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Why motivation to learn declines with age

https://bigthink.com/mind-brain/motivation-to-learn

bigthink.com

Why motivation to learn declines with age
As people age, they often lose their motivation to learn new things and study new subjects. In this article, learn how MIT researchers did a study in mice to discover how and why the motivation to learn changes over time.

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Motivation to learn

Motivation to learn

As people get older, they often lose their motivation to learn new things. This get-up-and-go attitude is vital for our social well-being and learning.

In order to survive, we need to be able to learn what is good for us, and what is bad for us. But, a person may value a reward so highly that the risk of experiencing a possible cost is ignored. Another may wish to avoid the cost to the exclusion of all rewards. This may result in reward-driven learning in some, and cost-driven learning in others.

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Loss of motivation

Many mental health disorders can skew the ability to evaluate the cost and rewards of an action, such as anxiety and depression.

A depressed person may undervalue potentially rewarding experiences.

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Improving cost-benefit motivation

Neuroscientists have now identified a brain circuit that is critical for maintaining cost and reward motivation.

Researchers are working on possible drug treatments that could stimulate this circuit. They suggest that training patients to enhance activity in this circuit through biofeedback could offer another potential way to improve their cost-benefit evaluations.

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Dopamine

Dopamine

Dopamine plays many roles in the brain. It is related to movement, motivation, and reinforcement of behavior.

Dopamine appears to exert significant effects in two regions of the brain...

Tracking dopamine

Dopamine, like other neurotransmitters, helps neurons communicate with each other over short distances. Most of the brain's dopamine is produced in the midbrain by neurons that connect to the striatum.

High dopamine concentrations do not make the neurons more active. However, they do make the neurons remain active for a more extended period of time, suggesting a longer response to the reward. It may have something to do with how dopamine promotes learning, which is one of its main functions.

Long-range effects

Researchers set out to determine if dopamine might affect more distant locations in the brain.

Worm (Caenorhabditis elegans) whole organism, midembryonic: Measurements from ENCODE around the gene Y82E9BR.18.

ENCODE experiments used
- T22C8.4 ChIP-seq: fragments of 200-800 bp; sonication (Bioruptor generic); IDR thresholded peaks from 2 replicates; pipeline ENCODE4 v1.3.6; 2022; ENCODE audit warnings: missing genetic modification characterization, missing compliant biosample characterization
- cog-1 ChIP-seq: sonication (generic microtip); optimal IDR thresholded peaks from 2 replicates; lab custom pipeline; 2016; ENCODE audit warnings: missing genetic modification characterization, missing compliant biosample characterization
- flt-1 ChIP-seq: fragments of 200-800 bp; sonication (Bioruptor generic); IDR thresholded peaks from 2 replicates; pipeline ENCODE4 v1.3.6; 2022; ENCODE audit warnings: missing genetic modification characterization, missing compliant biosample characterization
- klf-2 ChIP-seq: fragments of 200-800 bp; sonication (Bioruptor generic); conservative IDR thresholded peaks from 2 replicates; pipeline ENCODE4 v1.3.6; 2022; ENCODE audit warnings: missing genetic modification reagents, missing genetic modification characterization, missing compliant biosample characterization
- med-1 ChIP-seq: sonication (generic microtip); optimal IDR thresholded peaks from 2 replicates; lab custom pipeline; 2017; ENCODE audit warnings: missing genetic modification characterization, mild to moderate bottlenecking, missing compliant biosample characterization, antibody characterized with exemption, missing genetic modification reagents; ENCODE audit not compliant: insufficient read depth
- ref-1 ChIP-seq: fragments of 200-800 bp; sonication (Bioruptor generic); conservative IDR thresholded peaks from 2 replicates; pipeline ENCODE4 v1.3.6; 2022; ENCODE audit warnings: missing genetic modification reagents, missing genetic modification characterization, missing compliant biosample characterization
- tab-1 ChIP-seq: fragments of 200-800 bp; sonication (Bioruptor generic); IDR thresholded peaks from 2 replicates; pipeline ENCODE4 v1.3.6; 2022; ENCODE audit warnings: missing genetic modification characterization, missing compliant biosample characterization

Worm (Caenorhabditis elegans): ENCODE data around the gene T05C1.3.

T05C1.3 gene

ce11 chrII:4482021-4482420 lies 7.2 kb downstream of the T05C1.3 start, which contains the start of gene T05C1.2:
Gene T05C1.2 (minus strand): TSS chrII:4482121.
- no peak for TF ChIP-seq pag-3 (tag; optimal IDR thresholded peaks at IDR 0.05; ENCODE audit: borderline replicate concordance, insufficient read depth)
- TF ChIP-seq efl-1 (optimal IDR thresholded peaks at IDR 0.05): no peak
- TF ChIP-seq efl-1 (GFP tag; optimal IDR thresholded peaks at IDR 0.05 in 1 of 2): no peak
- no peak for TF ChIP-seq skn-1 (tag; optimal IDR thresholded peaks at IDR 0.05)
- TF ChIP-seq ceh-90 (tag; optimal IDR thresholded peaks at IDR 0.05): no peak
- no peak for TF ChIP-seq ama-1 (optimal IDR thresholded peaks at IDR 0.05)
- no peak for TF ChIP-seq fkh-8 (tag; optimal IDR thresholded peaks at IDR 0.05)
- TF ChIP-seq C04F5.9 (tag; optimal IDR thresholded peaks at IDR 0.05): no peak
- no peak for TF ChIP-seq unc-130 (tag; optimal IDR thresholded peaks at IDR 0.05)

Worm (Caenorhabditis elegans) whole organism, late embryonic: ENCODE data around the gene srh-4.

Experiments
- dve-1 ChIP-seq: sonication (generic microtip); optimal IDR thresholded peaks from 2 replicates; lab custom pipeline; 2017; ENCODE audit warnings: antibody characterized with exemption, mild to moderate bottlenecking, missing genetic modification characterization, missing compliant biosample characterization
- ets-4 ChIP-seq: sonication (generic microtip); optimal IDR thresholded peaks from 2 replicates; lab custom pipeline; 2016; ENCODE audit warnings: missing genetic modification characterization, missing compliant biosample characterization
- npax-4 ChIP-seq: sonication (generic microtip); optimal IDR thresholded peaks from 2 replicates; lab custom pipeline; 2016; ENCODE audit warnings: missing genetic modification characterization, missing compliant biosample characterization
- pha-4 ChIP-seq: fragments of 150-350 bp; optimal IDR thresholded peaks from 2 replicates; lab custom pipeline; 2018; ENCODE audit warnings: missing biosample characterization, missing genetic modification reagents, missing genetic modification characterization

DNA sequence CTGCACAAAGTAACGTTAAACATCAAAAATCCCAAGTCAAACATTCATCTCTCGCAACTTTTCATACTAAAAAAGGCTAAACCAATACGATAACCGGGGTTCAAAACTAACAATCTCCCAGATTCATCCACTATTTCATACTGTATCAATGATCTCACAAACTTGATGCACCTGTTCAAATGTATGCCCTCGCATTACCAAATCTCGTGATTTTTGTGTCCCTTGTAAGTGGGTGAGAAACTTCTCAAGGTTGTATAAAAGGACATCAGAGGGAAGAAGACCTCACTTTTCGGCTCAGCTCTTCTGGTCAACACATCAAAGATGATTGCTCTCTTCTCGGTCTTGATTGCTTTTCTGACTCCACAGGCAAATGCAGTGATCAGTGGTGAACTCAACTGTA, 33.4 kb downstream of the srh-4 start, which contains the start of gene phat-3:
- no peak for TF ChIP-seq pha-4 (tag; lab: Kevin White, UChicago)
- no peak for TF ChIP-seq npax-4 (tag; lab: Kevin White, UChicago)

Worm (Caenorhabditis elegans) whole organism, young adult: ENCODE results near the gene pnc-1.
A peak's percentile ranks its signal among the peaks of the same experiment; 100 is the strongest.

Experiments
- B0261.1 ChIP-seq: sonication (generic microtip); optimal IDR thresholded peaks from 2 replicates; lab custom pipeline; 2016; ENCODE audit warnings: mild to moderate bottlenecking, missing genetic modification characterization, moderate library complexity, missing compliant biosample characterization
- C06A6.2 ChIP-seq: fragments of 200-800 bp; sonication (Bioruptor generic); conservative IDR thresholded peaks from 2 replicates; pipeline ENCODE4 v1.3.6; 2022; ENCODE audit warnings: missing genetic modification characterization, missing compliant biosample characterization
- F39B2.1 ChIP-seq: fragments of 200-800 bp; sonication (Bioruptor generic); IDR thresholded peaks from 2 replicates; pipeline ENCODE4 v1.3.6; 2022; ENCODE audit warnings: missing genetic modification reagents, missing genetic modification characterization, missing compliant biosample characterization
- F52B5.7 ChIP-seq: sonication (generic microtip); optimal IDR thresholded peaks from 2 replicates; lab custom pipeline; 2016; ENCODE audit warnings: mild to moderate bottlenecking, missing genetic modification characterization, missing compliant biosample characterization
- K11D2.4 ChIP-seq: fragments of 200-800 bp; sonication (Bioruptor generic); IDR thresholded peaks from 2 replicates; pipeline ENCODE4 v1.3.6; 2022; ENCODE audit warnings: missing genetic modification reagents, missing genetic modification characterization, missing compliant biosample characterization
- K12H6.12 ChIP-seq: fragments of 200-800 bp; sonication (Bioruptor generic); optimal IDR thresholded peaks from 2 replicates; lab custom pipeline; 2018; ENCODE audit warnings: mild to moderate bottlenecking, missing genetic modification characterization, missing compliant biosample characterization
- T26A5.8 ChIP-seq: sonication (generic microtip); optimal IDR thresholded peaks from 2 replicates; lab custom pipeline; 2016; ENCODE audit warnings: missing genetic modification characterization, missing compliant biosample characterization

The regions that showed the most significant surges in activity in response to dopamine were the motor cortex and the insular cortex. The findings can help researchers understand the effects of dopamine in the human brain, including its roles in addiction and learning.

Detecting Loneliness

Detecting Loneliness
  • Scientific literature has linked loneliness to depression, anxiety, alcoholism, and drug abuse.
  • Loneliness makes you more likely to fall ill by suppressing healthy immune function....

Loneliness is subjective

It's possible to be completely isolated and feel invigorated.

It is also possible to be surrounded by a crowd or be accompanied by close friends and feel lonely.

Research on loneliness findings

  • Research showed that after social isolation, subjects' brain scans showed more activity in the midbrain when shown pictures of social cues.
  • When subjects were hungry but had not been socially isolated, they showed a similar reaction to food cues, but not social ones. This shows that the drive for social contact and for things like food seems to be represented in a similar way.

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Antibiotic resistance

Antibiotic resistance

Antibiotics may lose their ability to treat bacterial infections.

Scientists have been warning us about the alarming rise in drug-resistant bacteria, but it can be curbed.

Penicillin

  • Penicillin was the first widely-used antibiotic. It was discovered in 1928 by Alexander Fleming, a bacteriologist.
  • He noticed that the staph cells he'd been studying in a petri dish had died, and an unusual mold was growing in it.
  • The mould was purified and tested in 1940, and later mass-produced.
  • By 1943, the US was supplying all the Allied forces with this miracle drug, which gave them an advantage in treating injuries.

Existing antibiotics found in the dirt

  • An agriculture student-turned-microbiologist, Selman Waksman, tested 10,000 soil samples over the years.
  • In 1943, he identified streptomycin, a broad-spectrum antibiotic effective against tuberculosis.
  • Drug companies caught on to it, and commissioned pilots, explorers, and foreign correspondents sent back soil samples as they traveled, collecting dozens of new antibiotics.
  • By 1970, researchers found themselves discovering the same molecules over and over.